Nine months from now, voters will once more decide their next commander-in-chief. While I usually wait until the election is closer before starting my “get out and vote” campaign, the stakes are too high now.
If you have never voted or are thinking of skipping this one, please hear me out. The polarization between Republicans and Democrats could not be wider apart. It is reminiscent of the Civil War which nearly tore America apart in the 1860s.
If we don’t make the right choice in November, the consequences will be earth shattering.
Who knew when we elected our first black president that racist attacks would increase? But that is pretty much what has happened in the last 7 years. President Obama has become a lightning rod that has made America take a hard look at its ugly past. And, for some, having a black man holding the most powerful position on earth—a position that had only been reserved for white men-- is too much to take.
The backlash has been furious—not only racially, but in virtually every other area as well.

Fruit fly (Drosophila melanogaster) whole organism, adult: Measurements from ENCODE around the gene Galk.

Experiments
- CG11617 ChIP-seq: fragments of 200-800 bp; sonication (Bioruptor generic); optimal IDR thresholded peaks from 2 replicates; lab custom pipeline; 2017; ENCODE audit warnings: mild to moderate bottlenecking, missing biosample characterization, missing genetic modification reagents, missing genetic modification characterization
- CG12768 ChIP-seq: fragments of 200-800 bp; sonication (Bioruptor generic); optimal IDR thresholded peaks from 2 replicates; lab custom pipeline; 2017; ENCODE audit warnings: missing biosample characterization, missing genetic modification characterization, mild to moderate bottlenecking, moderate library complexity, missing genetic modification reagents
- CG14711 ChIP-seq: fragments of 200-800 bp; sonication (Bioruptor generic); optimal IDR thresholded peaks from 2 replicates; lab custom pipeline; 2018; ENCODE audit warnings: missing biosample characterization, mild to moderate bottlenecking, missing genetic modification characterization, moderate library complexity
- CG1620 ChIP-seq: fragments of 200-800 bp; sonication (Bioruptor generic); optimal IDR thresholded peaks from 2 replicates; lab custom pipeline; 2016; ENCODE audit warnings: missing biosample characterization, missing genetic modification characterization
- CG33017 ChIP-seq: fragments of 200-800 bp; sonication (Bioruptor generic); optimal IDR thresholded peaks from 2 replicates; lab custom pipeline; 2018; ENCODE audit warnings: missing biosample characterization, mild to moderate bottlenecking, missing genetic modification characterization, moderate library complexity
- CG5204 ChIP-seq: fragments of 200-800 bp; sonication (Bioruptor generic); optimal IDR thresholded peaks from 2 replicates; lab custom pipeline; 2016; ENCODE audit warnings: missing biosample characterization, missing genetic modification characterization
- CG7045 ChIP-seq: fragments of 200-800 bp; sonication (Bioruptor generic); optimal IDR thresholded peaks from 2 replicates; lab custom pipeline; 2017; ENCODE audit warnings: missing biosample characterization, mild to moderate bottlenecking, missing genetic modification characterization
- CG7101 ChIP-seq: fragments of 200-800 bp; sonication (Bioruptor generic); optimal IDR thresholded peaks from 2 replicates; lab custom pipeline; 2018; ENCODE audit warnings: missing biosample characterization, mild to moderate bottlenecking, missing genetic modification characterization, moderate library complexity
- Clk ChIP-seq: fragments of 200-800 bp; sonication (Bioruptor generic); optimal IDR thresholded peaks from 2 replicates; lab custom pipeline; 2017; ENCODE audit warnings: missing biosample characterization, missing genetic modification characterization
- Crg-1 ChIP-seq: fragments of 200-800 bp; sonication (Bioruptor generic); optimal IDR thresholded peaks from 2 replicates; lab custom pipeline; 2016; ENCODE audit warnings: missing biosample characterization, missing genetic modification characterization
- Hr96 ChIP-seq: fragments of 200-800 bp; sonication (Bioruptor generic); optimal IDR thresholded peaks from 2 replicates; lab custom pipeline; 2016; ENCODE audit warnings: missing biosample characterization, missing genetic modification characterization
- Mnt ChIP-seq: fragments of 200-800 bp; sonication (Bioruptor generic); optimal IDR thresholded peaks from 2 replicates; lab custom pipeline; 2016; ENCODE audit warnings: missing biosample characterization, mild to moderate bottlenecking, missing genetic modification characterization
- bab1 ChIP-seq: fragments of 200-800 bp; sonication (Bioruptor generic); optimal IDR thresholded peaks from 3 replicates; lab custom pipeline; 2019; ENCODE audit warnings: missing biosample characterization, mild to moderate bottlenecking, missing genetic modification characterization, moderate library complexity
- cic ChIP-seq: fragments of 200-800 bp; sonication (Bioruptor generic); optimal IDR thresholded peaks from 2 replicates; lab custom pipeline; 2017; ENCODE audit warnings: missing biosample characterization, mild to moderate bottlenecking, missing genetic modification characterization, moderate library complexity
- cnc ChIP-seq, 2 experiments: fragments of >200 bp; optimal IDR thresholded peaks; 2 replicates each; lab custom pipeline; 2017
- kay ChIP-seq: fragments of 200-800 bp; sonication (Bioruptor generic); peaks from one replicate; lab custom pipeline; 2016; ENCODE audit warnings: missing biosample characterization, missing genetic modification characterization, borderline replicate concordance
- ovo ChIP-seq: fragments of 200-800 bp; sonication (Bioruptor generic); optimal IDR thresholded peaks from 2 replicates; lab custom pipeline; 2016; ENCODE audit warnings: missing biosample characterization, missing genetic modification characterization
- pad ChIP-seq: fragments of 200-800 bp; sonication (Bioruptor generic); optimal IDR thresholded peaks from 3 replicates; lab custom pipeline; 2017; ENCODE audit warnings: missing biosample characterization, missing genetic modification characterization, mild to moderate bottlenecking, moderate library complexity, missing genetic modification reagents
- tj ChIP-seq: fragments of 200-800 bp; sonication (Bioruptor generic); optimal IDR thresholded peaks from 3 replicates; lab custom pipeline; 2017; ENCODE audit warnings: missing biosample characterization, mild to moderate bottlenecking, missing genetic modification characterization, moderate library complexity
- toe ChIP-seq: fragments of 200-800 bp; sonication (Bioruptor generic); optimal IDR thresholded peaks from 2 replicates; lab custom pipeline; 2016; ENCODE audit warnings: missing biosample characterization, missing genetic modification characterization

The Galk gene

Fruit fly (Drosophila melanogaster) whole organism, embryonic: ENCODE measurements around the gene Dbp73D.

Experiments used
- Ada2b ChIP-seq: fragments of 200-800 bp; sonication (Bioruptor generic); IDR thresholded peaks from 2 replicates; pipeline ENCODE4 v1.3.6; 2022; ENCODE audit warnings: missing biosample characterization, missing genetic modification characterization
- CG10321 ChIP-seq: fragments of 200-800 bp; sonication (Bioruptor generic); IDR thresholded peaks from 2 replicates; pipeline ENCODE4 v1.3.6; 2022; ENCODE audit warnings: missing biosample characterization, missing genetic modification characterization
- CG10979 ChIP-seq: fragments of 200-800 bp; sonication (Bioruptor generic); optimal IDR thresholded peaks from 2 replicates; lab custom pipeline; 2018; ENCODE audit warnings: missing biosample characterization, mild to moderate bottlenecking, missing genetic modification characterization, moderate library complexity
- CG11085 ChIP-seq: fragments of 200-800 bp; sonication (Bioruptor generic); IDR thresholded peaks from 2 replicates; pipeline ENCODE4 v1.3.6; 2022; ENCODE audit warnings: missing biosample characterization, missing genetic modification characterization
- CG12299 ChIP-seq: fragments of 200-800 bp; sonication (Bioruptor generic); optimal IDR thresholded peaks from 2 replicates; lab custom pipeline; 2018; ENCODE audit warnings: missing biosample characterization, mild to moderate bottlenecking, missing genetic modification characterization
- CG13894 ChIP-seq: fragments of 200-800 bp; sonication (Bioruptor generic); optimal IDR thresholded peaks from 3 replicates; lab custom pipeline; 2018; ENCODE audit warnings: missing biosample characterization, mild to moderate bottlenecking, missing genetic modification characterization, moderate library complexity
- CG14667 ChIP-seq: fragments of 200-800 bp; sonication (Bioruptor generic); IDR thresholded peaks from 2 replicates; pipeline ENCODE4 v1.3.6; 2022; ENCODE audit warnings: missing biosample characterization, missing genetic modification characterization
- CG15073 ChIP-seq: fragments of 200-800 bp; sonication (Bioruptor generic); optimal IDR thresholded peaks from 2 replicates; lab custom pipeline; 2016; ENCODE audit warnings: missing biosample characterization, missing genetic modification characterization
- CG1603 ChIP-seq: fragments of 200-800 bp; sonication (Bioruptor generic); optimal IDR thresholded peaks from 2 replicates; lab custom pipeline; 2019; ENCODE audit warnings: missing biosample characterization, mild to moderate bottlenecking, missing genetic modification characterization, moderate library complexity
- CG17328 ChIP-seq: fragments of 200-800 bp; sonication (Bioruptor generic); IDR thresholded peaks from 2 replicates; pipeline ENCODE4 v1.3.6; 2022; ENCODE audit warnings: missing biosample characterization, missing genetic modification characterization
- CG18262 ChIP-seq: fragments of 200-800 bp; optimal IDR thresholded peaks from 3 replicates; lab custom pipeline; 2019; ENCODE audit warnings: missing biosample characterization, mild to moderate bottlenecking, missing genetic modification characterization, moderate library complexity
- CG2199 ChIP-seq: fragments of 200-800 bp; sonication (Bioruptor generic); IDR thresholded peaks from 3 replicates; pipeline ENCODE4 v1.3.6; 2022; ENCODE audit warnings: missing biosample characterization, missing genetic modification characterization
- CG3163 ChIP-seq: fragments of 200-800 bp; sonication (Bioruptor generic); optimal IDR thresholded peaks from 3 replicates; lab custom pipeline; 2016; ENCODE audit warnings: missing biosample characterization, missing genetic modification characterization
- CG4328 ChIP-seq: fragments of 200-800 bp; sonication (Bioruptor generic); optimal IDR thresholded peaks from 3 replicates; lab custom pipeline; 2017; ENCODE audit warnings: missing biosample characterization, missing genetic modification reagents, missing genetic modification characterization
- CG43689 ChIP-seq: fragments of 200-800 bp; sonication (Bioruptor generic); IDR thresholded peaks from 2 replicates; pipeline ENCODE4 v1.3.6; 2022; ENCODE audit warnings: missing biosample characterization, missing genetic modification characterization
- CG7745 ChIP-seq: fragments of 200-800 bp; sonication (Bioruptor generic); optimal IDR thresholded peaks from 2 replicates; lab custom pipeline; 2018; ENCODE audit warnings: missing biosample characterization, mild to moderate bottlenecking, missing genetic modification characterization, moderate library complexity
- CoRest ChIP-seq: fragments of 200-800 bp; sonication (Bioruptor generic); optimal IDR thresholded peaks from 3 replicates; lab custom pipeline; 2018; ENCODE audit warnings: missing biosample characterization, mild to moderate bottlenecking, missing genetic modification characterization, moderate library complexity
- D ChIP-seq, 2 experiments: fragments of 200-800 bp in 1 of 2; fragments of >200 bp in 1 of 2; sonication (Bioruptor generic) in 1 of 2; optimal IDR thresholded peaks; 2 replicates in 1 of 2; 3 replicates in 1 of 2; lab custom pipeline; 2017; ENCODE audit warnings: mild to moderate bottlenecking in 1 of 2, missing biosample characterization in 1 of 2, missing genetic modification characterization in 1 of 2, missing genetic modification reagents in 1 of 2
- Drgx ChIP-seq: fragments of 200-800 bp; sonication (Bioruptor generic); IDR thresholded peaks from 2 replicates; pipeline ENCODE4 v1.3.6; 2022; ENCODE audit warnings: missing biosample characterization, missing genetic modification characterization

Like Abraham Lincoln, Obama has strived to become the unifier at a time when it seems the country is at odds on everything.
In case you think this election is more of the same, let me remind you of what is at stake this time around: We’re talking about candidates who want to end Social Security and health care as we know it. They want to privatize our schools and turn a blind eye to global warming.
Not voting is, in effect, saying, “Do whatever you want to me, I’m fine.” Are you sure? Remember, our ancestors may have been deceived and some even fought on the Confederate side, protecting those who enslaved them, because they did not know any better. But we can read now, we have televisions, we understand that Black Lives Matter, that everything matters.
We cannot say we don’t know because candidates have clearly stated where they stand on the issues. Trump believes a majority of Mexican immigrants are” rapists,” he wants Muslims banned from America, and is endorsed by the KKK (though he pretended not to know anything about the group).
While we are not in a Civil War, we are in a war nonetheless. This war is about class, diversity, income equality, women’s rights, and religious beliefs. So I urge you to use your power as a voter. Pay attention to what is happening, and don’t let oppressive individuals get away with turning the clock back. You know better now.